Gates disputes many details in the official version. Sharp started out "pushy," he says, accusing him of trying to rob the feed store or the gun store next to it, which is partly owned by Sharp's wife. "He grabbed me out of my car," Gates says. "He searched me, handcuffed me and threw me to the ground. I never resisted physically; I told him I had certain rights. I was trying not to get beat up. It was, 'Yes sir, no sir.'"
Although the feed-store owner showed up and declined to press charges, Sharp decided to place Gates under arrest for a suspected DUI. The situation quickly escalated; after Gates was placed in the back of the patrol car, he slipped his cuffed hands from behind his back and began to rap on the window. He was removed and recuffed, face down to the ground. As he was putting the prisoner back in his car, Sharp reported, Gates kicked the door, slamming it into the deputy's knee.
According to Sharp's report, Gates continued to act up on the ride to jail, throwing himself headfirst into the Plexiglas divider separating the front and rear seats of the patrol car. Shortly before ten o'clock, Sharp radioed that he was heading back to the Bailey substation for medical assistance because Gates was bleeding profusely: "This party just smashed his face against the window of the car."
That's not the way it was, Gates insists. During the ride, Sharp was taunting him, he says, telling him he was going to get "fucked up the ass" in jail. Gates swore at him. Sharp then pulled into a high school parking lot, Gates says, opened the door and struck him in the forehead with some object. After that, he drove back to Bailey, slamming on the brakes twice so that Gates pitched forward into the divider, smearing his blood across the Plexiglas -- a technique known in cop parlance as a "screen test."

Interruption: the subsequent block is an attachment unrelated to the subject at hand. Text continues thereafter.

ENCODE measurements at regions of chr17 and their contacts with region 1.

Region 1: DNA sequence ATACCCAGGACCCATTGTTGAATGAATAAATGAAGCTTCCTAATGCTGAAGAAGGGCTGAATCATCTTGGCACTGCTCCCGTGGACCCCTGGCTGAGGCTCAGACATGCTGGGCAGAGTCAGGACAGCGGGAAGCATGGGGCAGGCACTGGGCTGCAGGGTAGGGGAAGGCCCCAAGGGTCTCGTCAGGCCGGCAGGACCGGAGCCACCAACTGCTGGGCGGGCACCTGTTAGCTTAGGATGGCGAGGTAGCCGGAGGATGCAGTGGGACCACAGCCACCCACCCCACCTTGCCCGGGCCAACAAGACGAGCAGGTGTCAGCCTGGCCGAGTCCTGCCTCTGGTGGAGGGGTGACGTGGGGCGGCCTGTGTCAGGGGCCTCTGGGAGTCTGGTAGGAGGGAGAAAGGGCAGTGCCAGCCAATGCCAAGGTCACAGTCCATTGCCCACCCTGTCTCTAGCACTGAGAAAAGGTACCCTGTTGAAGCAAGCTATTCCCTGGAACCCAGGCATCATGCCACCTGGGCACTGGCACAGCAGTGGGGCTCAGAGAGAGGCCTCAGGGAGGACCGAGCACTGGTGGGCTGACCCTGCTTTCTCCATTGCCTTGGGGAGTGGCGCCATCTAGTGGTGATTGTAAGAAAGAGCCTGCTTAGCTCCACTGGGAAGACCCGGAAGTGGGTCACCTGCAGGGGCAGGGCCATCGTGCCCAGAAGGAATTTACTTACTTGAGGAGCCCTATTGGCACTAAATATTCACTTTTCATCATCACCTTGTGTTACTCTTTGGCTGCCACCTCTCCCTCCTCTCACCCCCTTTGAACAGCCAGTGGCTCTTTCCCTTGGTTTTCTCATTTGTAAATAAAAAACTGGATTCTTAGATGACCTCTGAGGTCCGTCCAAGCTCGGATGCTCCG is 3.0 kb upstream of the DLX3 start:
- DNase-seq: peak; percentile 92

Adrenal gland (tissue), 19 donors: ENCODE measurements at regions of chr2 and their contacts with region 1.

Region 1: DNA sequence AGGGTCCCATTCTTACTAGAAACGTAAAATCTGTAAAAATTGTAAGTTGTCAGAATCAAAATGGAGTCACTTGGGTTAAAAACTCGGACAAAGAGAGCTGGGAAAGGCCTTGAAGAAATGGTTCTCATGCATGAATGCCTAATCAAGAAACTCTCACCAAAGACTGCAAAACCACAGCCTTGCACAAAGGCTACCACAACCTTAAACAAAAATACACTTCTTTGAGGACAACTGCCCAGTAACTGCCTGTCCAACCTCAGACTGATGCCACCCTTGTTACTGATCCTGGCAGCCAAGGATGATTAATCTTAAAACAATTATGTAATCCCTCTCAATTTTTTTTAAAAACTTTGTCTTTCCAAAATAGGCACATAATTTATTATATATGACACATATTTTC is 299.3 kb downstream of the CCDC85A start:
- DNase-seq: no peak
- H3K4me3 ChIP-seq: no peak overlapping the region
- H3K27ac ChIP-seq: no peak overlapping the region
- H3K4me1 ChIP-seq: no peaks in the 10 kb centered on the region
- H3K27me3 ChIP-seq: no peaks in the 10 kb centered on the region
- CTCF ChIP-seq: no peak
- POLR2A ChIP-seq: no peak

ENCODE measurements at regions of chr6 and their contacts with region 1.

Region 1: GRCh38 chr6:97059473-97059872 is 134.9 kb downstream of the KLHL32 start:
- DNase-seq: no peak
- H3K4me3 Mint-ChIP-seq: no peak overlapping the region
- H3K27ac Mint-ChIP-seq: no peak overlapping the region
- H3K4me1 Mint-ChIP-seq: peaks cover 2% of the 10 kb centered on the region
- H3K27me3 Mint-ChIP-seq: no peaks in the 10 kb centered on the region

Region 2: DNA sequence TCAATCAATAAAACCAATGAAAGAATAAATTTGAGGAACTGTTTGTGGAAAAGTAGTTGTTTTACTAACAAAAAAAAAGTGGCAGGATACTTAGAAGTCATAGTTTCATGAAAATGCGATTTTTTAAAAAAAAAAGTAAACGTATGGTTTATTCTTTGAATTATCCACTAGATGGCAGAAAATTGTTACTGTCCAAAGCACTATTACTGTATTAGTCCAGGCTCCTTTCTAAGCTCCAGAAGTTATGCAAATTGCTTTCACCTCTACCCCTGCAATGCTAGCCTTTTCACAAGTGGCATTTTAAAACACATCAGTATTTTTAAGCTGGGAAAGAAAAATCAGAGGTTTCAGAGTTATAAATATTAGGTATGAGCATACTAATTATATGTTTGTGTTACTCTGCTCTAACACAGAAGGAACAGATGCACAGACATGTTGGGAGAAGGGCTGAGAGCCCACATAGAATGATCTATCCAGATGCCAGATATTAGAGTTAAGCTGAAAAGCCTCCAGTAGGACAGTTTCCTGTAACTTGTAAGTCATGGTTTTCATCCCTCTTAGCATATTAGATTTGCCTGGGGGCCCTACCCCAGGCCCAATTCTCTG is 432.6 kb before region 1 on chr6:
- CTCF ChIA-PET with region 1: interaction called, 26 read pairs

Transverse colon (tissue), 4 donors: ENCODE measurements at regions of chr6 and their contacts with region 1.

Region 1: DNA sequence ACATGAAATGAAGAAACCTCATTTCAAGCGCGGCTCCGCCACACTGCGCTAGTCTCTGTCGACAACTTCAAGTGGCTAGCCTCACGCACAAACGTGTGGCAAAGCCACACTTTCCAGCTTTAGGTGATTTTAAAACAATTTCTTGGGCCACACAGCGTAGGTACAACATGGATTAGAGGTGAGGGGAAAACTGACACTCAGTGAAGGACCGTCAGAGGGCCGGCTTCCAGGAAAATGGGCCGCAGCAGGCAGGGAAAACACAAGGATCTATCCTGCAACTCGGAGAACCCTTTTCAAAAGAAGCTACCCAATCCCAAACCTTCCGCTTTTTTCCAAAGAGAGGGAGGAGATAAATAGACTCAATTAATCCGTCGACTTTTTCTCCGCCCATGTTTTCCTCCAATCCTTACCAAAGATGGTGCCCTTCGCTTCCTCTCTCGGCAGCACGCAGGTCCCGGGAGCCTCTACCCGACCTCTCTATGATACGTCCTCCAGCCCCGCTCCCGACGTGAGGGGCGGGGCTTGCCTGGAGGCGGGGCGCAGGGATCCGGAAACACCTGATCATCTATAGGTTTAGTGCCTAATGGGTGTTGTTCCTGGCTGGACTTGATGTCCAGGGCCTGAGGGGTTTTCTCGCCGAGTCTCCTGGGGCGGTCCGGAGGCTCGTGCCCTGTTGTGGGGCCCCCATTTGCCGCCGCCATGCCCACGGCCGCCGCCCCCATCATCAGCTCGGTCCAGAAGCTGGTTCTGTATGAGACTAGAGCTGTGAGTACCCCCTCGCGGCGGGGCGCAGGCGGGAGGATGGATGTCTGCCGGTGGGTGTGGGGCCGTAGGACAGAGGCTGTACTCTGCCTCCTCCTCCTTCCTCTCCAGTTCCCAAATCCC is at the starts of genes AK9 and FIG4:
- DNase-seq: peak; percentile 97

By the time medical personnel examined Gates back at the substation, he was behaving extremely erratically -- belligerent one moment, calm the next. He kicked out a window of Sharp's car, repeatedly accused Sharp of striking him in the head, and refused to ride any further with him. He was placed in leg restraints and taken to jail without incident by another deputy. At the jail, Gates's continuing "lack of cooperation" landed him in a restraint chair for nearly an hour. According to one of his jailers, his phone call to his parents was abruptly terminated for his own good, "because no purpose was being served by it at all, except he seemed to be becoming more and more agitated."
But at trial, many of the deputies' key assertions began to wither under scrutiny. A surveillance videotape from the liquor store showed Gates's dog wandering through the place around the time Sharp arrived on the scene; Sharp had claimed the dog was in the car the whole time, contradicting Gates's "suspicious" story about what he was doing in the parking lot. Some passersby who observed the early stages of the arrest said that Gates appeared calm and cooperative at first. The nurse who cleaned Gates's wounds testified that she smelled no alcohol on him.